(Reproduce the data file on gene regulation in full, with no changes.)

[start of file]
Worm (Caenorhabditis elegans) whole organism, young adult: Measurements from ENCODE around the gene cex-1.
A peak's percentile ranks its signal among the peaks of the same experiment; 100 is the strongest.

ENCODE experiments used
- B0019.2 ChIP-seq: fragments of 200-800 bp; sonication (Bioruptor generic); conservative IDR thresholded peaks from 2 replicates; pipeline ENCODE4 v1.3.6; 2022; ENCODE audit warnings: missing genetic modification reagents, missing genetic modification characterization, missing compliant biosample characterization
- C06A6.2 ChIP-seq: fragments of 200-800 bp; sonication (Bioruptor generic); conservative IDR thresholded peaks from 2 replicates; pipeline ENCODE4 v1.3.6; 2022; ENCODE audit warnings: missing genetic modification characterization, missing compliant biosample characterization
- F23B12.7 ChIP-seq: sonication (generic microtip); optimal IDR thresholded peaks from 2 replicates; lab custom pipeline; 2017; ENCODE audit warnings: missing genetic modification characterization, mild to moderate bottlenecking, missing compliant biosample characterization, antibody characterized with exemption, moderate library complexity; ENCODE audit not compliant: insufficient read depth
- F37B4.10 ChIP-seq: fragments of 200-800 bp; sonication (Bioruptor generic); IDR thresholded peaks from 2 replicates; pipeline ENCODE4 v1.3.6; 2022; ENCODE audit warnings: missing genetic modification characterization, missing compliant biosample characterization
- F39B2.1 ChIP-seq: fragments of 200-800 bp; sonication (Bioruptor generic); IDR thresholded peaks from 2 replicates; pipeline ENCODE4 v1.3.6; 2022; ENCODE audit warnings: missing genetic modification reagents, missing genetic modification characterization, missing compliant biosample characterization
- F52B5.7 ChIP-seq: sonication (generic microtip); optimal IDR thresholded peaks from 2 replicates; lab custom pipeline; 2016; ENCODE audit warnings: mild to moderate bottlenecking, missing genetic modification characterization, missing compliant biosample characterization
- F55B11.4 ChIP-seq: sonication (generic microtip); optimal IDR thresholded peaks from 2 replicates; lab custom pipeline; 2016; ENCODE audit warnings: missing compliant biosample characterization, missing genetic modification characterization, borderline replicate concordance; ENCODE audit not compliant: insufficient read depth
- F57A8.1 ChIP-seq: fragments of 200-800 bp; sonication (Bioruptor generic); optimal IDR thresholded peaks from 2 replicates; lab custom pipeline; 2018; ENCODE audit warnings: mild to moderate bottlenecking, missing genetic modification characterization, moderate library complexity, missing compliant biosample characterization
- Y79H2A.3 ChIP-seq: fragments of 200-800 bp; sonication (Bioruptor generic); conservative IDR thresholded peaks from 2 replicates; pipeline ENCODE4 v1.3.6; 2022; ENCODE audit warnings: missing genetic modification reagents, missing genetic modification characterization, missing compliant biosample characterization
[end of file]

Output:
Worm (Caenorhabditis elegans) whole organism, young adult: Measurements from ENCODE around the gene cex-1.
A peak's percentile ranks its signal among the peaks of the same experiment; 100 is the strongest.

ENCODE experiments used
- B0019.2 ChIP-seq: fragments of 200-800 bp; sonication (Bioruptor generic); conservative IDR thresholded peaks from 2 replicates; pipeline ENCODE4 v1.3.6; 2022; ENCODE audit warnings: missing genetic modification reagents, missing genetic modification characterization, missing compliant biosample characterization
- C06A6.2 ChIP-seq: fragments of 200-800 bp; sonication (Bioruptor generic); conservative IDR thresholded peaks from 2 replicates; pipeline ENCODE4 v1.3.6; 2022; ENCODE audit warnings: missing genetic modification characterization, missing compliant biosample characterization
- F23B12.7 ChIP-seq: sonication (generic microtip); optimal IDR thresholded peaks from 2 replicates; lab custom pipeline; 2017; ENCODE audit warnings: missing genetic modification characterization, mild to moderate bottlenecking, missing compliant biosample characterization, antibody characterized with exemption, moderate library complexity; ENCODE audit not compliant: insufficient read depth
- F37B4.10 ChIP-seq: fragments of 200-800 bp; sonication (Bioruptor generic); IDR thresholded peaks from 2 replicates; pipeline ENCODE4 v1.3.6; 2022; ENCODE audit warnings: missing genetic modification characterization, missing compliant biosample characterization
- F39B2.1 ChIP-seq: fragments of 200-800 bp; sonication (Bioruptor generic); IDR thresholded peaks from 2 replicates; pipeline ENCODE4 v1.3.6; 2022; ENCODE audit warnings: missing genetic modification reagents, missing genetic modification characterization, missing compliant biosample characterization
- F52B5.7 ChIP-seq: sonication (generic microtip); optimal IDR thresholded peaks from 2 replicates; lab custom pipeline; 2016; ENCODE audit warnings: mild to moderate bottlenecking, missing genetic modification characterization, missing compliant biosample characterization
- F55B11.4 ChIP-seq: sonication (generic microtip); optimal IDR thresholded peaks from 2 replicates; lab custom pipeline; 2016; ENCODE audit warnings: missing compliant biosample characterization, missing genetic modification characterization, borderline replicate concordance; ENCODE audit not compliant: insufficient read depth
- F57A8.1 ChIP-seq: fragments of 200-800 bp; sonication (Bioruptor generic); optimal IDR thresholded peaks from 2 replicates; lab custom pipeline; 2018; ENCODE audit warnings: mild to moderate bottlenecking, missing genetic modification characterization, moderate library complexity, missing compliant biosample characterization
- Y79H2A.3 ChIP-seq: fragments of 200-800 bp; sonication (Bioruptor generic); conservative IDR thresholded peaks from 2 replicates; pipeline ENCODE4 v1.3.6; 2022; ENCODE audit warnings: missing genetic modification reagents, missing genetic modification characterization, missing compliant biosample characterization